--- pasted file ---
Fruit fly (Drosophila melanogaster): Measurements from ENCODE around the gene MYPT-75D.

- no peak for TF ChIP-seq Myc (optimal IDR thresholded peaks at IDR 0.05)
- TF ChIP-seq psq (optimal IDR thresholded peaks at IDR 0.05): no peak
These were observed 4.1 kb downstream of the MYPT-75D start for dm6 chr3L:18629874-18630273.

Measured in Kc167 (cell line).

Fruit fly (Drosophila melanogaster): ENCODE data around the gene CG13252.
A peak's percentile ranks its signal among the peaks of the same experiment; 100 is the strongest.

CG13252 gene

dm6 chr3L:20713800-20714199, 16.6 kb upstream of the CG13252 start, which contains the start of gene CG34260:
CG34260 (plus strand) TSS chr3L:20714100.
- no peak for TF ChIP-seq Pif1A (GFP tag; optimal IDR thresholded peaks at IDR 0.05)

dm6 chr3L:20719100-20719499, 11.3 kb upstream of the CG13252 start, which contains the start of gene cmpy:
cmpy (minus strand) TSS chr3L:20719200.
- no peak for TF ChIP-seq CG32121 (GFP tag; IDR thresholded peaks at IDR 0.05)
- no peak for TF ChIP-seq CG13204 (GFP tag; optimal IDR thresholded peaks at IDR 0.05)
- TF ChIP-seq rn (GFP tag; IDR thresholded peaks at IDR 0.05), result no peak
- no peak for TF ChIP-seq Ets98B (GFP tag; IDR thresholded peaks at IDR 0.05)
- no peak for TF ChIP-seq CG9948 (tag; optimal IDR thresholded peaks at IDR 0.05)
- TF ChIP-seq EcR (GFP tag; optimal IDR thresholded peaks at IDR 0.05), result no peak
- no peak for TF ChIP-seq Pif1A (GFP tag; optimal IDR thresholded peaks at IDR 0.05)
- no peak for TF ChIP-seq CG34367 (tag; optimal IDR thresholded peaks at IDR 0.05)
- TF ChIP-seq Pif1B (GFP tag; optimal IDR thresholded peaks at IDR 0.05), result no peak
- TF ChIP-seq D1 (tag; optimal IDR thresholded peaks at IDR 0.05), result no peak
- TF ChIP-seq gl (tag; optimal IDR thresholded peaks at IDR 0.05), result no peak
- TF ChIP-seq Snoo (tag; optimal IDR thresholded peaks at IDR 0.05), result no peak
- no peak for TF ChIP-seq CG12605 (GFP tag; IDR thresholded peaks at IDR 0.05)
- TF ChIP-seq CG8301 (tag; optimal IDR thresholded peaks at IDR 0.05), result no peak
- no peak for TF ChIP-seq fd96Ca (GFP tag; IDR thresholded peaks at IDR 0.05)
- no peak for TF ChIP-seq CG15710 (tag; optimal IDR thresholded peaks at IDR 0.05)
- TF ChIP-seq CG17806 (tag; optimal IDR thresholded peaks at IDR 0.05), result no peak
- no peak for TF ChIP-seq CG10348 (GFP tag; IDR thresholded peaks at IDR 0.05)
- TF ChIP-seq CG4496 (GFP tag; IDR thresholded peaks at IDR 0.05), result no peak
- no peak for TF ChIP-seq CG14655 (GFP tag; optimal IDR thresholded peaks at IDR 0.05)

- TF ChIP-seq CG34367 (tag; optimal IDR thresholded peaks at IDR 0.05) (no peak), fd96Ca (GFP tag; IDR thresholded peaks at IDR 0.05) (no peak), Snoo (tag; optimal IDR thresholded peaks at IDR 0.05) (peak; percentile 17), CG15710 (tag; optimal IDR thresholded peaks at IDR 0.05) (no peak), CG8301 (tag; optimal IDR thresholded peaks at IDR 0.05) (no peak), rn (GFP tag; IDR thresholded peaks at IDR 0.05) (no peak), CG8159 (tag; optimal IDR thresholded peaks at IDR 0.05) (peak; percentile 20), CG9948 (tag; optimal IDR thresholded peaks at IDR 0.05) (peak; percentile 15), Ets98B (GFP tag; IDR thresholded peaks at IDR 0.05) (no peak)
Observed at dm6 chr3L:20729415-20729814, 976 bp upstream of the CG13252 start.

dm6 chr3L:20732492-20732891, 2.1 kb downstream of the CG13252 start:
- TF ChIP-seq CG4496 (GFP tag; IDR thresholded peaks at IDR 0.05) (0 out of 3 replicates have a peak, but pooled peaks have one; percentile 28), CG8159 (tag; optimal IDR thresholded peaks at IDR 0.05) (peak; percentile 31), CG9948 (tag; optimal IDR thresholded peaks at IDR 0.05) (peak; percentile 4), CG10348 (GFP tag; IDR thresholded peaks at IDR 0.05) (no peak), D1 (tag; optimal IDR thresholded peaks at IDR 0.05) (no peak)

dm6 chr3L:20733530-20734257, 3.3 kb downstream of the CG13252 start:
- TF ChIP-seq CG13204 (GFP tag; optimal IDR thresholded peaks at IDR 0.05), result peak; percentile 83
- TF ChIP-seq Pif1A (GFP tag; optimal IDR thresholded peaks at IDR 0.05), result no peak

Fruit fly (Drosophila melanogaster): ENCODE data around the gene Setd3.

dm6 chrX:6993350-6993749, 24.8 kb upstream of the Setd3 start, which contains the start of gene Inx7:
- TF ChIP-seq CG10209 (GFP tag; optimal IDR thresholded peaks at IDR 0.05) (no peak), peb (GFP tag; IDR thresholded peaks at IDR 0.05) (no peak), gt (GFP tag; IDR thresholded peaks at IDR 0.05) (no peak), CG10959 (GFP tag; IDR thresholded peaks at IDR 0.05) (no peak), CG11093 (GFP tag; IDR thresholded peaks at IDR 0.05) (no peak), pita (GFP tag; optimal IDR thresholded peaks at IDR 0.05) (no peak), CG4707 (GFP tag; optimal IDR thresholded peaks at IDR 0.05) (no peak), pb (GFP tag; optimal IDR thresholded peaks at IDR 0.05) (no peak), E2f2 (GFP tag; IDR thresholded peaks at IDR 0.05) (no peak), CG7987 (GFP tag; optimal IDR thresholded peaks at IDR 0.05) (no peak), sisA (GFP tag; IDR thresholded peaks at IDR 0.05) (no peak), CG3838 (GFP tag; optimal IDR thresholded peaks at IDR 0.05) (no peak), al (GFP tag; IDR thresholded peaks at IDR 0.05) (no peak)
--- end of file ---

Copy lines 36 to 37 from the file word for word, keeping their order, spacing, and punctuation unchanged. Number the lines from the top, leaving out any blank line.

dm6 chr3L:20732492-20732891, 2.1 kb downstream of the CG13252 start:
- TF ChIP-seq CG4496 (GFP tag; IDR thresholded peaks at IDR 0.05) (0 out of 3 replicates have a peak, but pooled peaks have one; percentile 28), CG8159 (tag; optimal IDR thresholded peaks at IDR 0.05) (peak; percentile 31), CG9948 (tag; optimal IDR thresholded peaks at IDR 0.05) (peak; percentile 4), CG10348 (GFP tag; IDR thresholded peaks at IDR 0.05) (no peak), D1 (tag; optimal IDR thresholded peaks at IDR 0.05) (no peak)